The Telegraph
Since 1st March, 1999
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Sourav is already a winner
- The process of learning never stops for the Indian captain

Calcutta, Sept. 28: At a time when the Player Terms row couldn’t have got hotter, an autograph-seeker at London’s St James Crowne Plaza ‘stumped’ Sourav Ganguly in the hotel’s lobby.

The Indian captain, preparing for an outing with the family, was momentarily taken aback by a rather innocuous question: “What will you do if the best team isn’t sent for the Champions Trophy'”

Recovering quickly, he responded smiling: “Instead of cricket, I’ll then busy myself playing with (daughter) Sana!”

An unconventional answer but, then, Sourav isn’t your conventional captain either. He has, after all, re-drawn the rules and the top gainer remains Indian cricket.

That lobby-encounter was four days before the tournament got underway (September 12). Today, the captain many love to hate, is just hours from what could be his finest moment in one-day cricket.

[Incidentally, Sunil Gavaskar, who hasn’t in the past hesitated to take Sourav to the cleaners, had this to say after India’s heart-stopping win over South Africa: “Even his worst detractors will now have to admit there’s something about his leadership that makes his players play above themselves.”]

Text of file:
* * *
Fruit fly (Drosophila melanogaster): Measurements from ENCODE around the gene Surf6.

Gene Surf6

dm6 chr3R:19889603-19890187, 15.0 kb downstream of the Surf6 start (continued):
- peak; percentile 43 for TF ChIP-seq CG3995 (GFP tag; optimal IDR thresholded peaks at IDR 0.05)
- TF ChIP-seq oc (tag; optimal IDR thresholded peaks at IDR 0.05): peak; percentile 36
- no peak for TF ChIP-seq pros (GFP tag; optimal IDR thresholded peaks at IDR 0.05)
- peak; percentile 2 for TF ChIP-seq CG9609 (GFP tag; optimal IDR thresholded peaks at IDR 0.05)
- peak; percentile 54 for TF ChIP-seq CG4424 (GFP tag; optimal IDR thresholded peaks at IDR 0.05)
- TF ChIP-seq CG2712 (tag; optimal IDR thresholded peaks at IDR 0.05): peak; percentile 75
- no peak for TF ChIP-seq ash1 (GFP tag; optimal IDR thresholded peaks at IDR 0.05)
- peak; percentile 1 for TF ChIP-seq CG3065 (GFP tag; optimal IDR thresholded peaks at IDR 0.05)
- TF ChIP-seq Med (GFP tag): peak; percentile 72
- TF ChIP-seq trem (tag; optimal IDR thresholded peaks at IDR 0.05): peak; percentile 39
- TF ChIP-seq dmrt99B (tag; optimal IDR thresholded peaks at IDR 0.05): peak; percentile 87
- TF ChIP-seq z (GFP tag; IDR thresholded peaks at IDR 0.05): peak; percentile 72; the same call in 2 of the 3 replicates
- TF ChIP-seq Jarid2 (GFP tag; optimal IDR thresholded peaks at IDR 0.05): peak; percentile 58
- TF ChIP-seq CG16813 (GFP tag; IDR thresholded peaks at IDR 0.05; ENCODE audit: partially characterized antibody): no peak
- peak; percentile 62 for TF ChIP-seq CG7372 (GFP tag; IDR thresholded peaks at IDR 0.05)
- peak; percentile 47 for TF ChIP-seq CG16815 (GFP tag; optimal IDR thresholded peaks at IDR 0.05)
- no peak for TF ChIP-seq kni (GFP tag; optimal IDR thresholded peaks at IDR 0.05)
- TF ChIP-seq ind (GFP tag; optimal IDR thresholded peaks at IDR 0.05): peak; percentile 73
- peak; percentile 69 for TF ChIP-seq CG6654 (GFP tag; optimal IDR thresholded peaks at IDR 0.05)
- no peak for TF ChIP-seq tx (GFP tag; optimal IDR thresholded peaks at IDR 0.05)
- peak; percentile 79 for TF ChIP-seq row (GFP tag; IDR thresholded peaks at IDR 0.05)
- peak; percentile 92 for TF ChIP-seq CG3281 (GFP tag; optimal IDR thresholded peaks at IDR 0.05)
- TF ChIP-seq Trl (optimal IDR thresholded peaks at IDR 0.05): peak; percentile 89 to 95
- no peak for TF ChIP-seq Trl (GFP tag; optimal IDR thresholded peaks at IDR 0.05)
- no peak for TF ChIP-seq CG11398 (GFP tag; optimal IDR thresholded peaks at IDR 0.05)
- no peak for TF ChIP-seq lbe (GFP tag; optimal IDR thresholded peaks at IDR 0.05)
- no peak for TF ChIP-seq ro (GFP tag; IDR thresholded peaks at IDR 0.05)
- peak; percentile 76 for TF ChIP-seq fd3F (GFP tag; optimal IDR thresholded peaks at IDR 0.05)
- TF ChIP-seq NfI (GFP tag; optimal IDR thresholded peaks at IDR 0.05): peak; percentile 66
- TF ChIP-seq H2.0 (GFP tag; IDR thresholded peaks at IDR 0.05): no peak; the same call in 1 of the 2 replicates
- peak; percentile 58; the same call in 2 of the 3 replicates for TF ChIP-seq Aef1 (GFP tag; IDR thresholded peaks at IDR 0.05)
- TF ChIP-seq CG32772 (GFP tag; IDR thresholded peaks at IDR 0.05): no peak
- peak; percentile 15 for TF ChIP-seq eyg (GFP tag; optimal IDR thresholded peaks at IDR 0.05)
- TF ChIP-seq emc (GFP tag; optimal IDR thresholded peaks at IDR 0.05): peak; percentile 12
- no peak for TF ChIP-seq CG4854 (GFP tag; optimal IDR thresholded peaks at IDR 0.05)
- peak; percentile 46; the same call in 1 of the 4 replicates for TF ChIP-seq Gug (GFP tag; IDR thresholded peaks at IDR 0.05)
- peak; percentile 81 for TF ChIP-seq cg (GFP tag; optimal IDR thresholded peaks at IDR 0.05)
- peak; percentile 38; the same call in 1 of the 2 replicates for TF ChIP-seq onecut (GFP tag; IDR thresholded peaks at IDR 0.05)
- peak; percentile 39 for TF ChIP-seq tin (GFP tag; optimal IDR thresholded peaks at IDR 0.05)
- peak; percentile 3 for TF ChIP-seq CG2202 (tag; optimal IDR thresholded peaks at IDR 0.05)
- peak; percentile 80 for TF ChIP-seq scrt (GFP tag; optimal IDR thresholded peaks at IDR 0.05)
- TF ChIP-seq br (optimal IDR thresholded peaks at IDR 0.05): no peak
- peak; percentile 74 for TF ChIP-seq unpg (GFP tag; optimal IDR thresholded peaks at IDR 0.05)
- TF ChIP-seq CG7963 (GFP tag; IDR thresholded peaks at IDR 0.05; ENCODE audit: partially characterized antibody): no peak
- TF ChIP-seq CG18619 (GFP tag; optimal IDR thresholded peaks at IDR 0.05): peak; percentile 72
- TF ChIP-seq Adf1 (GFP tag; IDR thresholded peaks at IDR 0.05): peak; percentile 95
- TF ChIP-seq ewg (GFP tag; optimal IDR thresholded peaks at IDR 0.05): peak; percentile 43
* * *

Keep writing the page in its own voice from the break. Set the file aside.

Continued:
Actually, irrespective of tomorrow’s result against Sri Lanka, the captain is already a winner. Having come through the most demanding weeks of his captaincy — ever since the Terms controversy surfaced — the verdict can’t be any different.

For his part, however, Sourav chose to play down the stress and strain he has himself gone through. “I think I coped with it well enough,” is all he said this afternoon, that too somewhat reluctantly, when contacted by The Telegraph in Colombo.

If anything, the captain has matured. Had something similar occurred at the start of his tenure (March 2000), he would have dwelt on the many odds and the hassles of leading India.

While Sourav chose not to talk of events leading up to the Champions Trophy, there were moments when he would have happily traded places with a nine-to-five executive.

Apparently, Board president Jagmohan Dalmiya felt the captain ought to be “persuading” the seniors (who spearheaded the no-signing-the-Terms campaign) to “see reason.”

Equally, the seniors subtly let it be known that he “always” had to be in the “forefront.” Frankly, Sourav experienced four weeks (beginning with the last day of the Trent Bridge Test) of near hell.

Yet, it’s that period which saw India pull off the most emphatic win overseas (at Headingley, by an innings and 46 runs). Obviously, the entire team deserves credit, but a thicker slice has to go to the No.1 guy.

No Indian captain has had more Test victories (five) overseas, not to speak of no one having been more passionate. But, as Sourav is forever quick to remind, “the learning never stops.”

The lessons of the past few weeks, coupled with Team India’s seemingly effortless (and amazing) rising-above-the-script act, can only boost the build-up to cricket’s most ambitious event-ever: The 2003 World Cup.

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